The publication of a US$12 billion “authorized” value since January 2018 is misleading and unnecessarily reinforces questions of credibility for statements by the United States Department of State. Context is important.
Thus far in 2019, approximately US$186,114,479.00 (through 30 July 2019) in ag/food products have been exported from the United States to Cuba. Thus far in 2019, Cuba ranks 50th among 229 United States ag/food export markets. Exports in 2018 were US$224,910,413.00 and exports in 2017 were US$268,800,005.00.
For many years, through the Bush Administration, Obama Administration and thus far through the Trump Administration, United States exporters have been encouraged by the United States Department of Commerce to submit export license requests with gross estimates, often aspirational, so that they would not need to repeatedly seek licenses. Most licenses are valid for two years.
During the Bush Administration, the process was initiated at the recommendation of United States exporters to lessen often repetitive paperwork and was enthusiastically accepted by the United States Department of Commerce.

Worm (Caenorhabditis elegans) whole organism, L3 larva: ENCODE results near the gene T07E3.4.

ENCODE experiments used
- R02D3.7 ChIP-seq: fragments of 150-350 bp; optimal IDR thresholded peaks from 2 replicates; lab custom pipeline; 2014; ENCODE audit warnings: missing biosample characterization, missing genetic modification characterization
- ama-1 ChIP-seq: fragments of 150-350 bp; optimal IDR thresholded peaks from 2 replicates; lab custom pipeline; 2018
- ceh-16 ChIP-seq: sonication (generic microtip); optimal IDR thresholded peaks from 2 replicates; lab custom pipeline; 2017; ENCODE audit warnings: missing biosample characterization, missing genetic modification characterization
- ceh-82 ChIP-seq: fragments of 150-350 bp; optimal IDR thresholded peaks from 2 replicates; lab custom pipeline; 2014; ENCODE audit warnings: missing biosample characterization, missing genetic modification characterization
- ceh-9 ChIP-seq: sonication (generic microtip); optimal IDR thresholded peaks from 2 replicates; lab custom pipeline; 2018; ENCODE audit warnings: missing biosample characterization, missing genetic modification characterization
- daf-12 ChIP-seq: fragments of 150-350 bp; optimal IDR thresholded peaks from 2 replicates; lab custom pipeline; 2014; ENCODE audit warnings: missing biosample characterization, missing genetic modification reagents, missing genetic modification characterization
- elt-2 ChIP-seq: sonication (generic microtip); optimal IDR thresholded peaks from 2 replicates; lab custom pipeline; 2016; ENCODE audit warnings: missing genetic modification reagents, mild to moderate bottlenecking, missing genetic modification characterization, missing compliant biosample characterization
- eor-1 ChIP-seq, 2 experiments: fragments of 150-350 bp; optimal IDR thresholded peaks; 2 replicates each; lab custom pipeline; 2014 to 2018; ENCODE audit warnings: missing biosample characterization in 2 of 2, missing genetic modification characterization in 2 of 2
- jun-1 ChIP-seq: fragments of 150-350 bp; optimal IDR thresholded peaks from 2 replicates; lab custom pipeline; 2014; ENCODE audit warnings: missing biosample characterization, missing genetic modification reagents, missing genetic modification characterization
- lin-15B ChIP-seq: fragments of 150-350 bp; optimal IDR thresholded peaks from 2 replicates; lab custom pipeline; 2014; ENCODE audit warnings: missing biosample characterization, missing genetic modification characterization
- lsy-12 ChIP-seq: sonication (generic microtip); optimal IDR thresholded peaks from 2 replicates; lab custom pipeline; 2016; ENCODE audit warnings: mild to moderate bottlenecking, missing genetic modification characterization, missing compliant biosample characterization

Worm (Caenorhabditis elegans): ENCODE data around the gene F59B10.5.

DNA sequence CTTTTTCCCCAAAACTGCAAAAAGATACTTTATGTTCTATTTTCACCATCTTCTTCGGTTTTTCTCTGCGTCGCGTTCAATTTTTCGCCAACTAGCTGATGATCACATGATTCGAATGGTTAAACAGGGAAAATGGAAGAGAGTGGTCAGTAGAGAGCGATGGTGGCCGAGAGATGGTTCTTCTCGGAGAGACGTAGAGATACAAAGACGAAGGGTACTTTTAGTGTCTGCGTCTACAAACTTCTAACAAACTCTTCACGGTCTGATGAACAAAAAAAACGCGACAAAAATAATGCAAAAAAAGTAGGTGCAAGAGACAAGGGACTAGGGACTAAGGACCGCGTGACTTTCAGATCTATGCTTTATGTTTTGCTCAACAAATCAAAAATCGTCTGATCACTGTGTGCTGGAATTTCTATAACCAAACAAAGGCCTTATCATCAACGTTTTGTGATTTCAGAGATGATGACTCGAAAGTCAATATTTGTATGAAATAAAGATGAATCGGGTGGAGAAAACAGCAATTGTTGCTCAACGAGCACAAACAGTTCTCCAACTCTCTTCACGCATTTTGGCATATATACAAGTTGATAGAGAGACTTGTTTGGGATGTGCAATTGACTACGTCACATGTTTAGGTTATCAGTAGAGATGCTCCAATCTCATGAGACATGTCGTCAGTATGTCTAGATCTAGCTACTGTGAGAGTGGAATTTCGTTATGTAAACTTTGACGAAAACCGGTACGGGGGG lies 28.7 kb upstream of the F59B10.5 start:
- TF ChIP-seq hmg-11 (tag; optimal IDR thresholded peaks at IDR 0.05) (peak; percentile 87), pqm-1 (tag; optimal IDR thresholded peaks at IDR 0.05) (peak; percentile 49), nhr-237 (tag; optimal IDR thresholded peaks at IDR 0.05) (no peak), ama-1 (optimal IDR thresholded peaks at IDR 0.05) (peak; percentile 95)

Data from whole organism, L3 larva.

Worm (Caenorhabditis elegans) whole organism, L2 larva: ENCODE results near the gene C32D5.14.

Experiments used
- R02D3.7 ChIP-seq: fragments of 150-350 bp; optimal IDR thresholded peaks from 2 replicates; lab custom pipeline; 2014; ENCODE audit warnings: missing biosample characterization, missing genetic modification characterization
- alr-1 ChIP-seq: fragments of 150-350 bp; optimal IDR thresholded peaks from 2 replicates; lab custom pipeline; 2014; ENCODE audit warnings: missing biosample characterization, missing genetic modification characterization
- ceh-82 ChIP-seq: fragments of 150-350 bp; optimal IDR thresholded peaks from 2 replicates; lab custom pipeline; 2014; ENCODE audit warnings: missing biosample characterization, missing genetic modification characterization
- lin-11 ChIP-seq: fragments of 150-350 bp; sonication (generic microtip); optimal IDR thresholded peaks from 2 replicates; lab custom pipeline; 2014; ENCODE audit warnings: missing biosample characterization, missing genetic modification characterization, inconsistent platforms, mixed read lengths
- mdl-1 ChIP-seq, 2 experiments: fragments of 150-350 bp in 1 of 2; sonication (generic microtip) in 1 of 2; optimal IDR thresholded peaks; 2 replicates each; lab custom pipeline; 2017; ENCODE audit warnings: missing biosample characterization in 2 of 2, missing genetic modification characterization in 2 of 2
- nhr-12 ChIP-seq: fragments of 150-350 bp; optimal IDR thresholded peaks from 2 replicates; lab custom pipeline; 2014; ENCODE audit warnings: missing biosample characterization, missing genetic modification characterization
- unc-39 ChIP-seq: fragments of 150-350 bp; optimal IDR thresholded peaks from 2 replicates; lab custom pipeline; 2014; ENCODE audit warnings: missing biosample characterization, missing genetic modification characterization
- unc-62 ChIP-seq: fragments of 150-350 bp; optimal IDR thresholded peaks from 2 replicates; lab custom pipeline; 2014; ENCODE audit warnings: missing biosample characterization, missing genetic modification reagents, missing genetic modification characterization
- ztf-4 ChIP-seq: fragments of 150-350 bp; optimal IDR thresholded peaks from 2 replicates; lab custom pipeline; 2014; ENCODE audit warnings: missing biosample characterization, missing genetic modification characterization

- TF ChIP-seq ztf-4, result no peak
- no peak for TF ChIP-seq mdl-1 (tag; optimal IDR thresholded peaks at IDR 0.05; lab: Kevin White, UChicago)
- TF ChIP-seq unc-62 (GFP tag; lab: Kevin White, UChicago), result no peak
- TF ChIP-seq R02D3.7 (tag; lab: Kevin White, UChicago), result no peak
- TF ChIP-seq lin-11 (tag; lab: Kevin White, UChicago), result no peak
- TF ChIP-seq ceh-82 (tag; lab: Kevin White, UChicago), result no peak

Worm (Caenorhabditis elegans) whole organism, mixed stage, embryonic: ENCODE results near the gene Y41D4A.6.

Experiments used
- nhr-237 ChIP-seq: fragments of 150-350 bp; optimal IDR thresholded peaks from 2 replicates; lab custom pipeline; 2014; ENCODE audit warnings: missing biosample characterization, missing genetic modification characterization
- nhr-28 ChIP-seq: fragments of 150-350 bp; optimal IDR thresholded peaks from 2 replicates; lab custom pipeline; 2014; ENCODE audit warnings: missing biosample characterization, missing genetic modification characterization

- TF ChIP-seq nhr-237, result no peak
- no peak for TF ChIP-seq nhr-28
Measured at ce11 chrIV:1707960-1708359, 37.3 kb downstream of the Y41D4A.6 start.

Important to note that the values placed in the license applications often are done without any input from the Cuba-based importer. As a result, the overall authorized values are often inflated.
This is not the first time an administration has misused the data- and previous administrations have corrected the context by which they have used the data.
LINK To 5 January 2017 Article From The Miami Herald:
Established in 1994, the U.S.-Cuba Trade and Economic Council provides an efficient and sustainable educational structure in which the United States business community may access accurate, consistent, and timely information and analysis on matters and issues of interest regarding United States-Republic of Cuba commercial, economic, and political relations.